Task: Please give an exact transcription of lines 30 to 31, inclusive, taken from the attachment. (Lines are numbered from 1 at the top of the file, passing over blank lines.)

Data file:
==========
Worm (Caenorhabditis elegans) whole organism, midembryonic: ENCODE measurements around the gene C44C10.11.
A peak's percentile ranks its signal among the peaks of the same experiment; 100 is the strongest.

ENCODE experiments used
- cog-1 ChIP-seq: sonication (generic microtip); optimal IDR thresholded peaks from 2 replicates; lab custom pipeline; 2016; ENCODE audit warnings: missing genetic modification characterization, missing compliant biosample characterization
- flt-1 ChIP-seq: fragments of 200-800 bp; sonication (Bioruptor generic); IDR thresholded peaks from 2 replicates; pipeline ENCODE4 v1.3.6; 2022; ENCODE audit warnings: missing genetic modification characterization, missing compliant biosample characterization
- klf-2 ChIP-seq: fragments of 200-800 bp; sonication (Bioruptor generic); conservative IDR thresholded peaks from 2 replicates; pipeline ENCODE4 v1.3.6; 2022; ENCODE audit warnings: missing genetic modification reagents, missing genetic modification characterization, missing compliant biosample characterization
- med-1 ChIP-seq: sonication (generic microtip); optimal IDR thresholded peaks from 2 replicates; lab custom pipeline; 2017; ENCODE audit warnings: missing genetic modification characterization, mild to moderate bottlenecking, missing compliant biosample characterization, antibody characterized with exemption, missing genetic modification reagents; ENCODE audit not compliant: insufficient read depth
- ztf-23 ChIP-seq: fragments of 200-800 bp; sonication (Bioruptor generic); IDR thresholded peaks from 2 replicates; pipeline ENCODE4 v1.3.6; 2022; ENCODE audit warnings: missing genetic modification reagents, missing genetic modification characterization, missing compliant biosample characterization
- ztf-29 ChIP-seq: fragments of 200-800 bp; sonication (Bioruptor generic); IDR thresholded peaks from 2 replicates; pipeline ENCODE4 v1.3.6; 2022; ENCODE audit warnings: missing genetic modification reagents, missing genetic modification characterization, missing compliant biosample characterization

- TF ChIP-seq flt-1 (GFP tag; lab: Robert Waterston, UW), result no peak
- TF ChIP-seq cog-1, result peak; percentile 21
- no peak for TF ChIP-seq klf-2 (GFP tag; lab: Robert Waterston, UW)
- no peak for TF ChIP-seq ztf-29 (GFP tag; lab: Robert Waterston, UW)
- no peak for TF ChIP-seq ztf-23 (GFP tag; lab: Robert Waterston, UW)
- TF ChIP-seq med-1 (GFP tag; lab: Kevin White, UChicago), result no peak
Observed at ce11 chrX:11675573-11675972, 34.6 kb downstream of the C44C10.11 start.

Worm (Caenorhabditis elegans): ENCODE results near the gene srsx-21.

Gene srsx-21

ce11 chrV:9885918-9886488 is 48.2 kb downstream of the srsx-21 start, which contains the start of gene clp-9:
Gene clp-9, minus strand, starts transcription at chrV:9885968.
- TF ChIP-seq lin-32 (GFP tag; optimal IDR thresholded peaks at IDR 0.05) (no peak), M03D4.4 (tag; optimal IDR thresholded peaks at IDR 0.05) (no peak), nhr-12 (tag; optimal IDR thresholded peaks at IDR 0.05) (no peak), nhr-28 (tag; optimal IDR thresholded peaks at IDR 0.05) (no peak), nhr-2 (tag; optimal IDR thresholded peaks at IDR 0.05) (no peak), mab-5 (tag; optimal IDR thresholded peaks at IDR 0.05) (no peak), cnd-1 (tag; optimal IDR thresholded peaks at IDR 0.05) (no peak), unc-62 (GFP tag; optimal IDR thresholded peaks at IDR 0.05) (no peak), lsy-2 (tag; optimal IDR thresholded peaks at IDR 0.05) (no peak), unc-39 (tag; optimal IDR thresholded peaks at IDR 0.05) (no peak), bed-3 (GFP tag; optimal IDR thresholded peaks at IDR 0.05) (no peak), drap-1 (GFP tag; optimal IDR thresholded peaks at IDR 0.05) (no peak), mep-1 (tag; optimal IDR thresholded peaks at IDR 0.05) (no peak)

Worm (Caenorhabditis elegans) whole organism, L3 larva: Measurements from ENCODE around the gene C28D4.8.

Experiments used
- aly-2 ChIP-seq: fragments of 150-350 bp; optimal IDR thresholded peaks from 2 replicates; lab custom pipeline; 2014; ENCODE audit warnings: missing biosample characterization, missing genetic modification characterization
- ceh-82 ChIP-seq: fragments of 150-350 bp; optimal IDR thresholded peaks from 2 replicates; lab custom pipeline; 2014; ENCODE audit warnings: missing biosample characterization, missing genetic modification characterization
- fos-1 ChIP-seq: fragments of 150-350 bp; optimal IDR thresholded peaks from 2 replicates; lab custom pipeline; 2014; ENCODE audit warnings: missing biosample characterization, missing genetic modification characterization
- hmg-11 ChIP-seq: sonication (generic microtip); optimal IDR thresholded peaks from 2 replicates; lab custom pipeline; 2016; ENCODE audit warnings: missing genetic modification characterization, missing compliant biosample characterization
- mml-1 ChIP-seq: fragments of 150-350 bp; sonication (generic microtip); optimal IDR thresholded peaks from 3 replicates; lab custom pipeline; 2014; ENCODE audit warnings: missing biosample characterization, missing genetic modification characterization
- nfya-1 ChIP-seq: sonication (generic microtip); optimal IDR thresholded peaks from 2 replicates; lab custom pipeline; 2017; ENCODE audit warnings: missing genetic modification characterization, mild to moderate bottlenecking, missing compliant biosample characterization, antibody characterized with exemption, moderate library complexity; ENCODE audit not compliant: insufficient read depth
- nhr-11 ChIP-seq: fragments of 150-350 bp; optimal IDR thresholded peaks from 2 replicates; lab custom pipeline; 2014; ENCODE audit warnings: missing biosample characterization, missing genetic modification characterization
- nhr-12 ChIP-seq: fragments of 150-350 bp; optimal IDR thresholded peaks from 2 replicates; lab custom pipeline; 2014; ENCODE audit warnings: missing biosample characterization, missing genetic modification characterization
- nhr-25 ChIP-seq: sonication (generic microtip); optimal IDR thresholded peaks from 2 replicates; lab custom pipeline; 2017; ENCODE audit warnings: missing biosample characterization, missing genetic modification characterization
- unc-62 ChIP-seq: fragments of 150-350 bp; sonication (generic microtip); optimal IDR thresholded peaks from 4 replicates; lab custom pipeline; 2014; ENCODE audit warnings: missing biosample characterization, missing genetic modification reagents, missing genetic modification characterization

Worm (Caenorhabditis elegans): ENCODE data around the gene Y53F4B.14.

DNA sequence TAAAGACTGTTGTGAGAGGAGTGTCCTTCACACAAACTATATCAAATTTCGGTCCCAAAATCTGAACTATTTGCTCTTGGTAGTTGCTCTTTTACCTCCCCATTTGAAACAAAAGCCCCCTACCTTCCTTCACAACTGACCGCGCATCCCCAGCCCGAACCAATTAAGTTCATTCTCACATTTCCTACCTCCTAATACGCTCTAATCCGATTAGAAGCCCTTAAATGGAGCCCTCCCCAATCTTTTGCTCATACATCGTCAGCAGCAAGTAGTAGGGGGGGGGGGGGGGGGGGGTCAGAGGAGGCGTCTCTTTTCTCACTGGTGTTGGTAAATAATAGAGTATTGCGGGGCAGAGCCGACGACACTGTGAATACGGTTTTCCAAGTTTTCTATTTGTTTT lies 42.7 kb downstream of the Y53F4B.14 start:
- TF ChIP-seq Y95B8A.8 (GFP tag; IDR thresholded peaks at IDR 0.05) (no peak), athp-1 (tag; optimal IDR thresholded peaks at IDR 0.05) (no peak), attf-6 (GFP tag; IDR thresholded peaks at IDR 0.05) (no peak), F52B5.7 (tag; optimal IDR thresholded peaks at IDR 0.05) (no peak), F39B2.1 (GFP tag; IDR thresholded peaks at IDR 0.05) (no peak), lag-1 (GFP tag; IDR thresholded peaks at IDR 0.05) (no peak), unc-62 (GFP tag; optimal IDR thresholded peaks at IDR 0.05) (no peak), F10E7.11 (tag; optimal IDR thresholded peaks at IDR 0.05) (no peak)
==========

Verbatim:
- nhr-11 ChIP-seq: fragments of 150-350 bp; optimal IDR thresholded peaks from 2 replicates; lab custom pipeline; 2014; ENCODE audit warnings: missing biosample characterization, missing genetic modification characterization
- nhr-12 ChIP-seq: fragments of 150-350 bp; optimal IDR thresholded peaks from 2 replicates; lab custom pipeline; 2014; ENCODE audit warnings: missing biosample characterization, missing genetic modification characterization